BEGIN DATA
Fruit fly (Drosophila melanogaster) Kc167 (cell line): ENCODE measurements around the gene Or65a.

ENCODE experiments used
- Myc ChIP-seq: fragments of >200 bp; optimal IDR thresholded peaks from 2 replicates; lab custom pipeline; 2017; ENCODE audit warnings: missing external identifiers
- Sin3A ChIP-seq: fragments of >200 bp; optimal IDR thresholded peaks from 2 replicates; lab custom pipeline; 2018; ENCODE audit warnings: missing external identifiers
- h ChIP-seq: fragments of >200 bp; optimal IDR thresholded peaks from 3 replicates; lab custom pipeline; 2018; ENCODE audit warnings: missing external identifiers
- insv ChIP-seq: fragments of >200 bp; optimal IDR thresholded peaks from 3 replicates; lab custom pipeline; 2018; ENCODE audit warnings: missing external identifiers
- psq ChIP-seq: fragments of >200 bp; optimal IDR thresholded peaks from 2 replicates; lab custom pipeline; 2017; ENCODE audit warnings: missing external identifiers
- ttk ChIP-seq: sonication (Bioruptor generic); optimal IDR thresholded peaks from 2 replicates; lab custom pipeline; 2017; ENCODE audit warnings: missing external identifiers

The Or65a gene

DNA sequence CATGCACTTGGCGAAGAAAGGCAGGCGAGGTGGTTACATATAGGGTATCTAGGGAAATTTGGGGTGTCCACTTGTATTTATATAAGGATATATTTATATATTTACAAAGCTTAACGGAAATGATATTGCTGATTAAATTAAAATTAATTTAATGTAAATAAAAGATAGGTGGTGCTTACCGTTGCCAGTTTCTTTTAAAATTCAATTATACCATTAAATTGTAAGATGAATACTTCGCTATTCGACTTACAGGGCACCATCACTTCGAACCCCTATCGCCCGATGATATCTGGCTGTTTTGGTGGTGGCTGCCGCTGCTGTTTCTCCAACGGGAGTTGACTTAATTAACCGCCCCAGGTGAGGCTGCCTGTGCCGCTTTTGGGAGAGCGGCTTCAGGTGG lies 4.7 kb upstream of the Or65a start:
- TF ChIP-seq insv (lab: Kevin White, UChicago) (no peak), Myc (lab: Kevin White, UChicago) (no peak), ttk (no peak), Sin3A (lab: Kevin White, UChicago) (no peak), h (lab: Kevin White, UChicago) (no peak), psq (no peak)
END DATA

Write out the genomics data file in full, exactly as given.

Fruit fly (Drosophila melanogaster) Kc167 (cell line): ENCODE measurements around the gene Or65a.

ENCODE experiments used
- Myc ChIP-seq: fragments of >200 bp; optimal IDR thresholded peaks from 2 replicates; lab custom pipeline; 2017; ENCODE audit warnings: missing external identifiers
- Sin3A ChIP-seq: fragments of >200 bp; optimal IDR thresholded peaks from 2 replicates; lab custom pipeline; 2018; ENCODE audit warnings: missing external identifiers
- h ChIP-seq: fragments of >200 bp; optimal IDR thresholded peaks from 3 replicates; lab custom pipeline; 2018; ENCODE audit warnings: missing external identifiers
- insv ChIP-seq: fragments of >200 bp; optimal IDR thresholded peaks from 3 replicates; lab custom pipeline; 2018; ENCODE audit warnings: missing external identifiers
- psq ChIP-seq: fragments of >200 bp; optimal IDR thresholded peaks from 2 replicates; lab custom pipeline; 2017; ENCODE audit warnings: missing external identifiers
- ttk ChIP-seq: sonication (Bioruptor generic); optimal IDR thresholded peaks from 2 replicates; lab custom pipeline; 2017; ENCODE audit warnings: missing external identifiers

The Or65a gene

DNA sequence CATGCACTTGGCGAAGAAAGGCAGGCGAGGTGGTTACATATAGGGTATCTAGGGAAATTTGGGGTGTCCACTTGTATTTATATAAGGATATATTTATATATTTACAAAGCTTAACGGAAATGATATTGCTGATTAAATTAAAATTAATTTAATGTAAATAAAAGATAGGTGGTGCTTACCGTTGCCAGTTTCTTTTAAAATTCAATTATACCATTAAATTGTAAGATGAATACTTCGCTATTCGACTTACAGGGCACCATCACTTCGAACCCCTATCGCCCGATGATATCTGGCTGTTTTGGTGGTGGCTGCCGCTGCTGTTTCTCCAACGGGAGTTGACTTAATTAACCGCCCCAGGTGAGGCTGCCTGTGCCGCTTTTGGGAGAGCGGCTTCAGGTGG lies 4.7 kb upstream of the Or65a start:
- TF ChIP-seq insv (lab: Kevin White, UChicago) (no peak), Myc (lab: Kevin White, UChicago) (no peak), ttk (no peak), Sin3A (lab: Kevin White, UChicago) (no peak), h (lab: Kevin White, UChicago) (no peak), psq (no peak)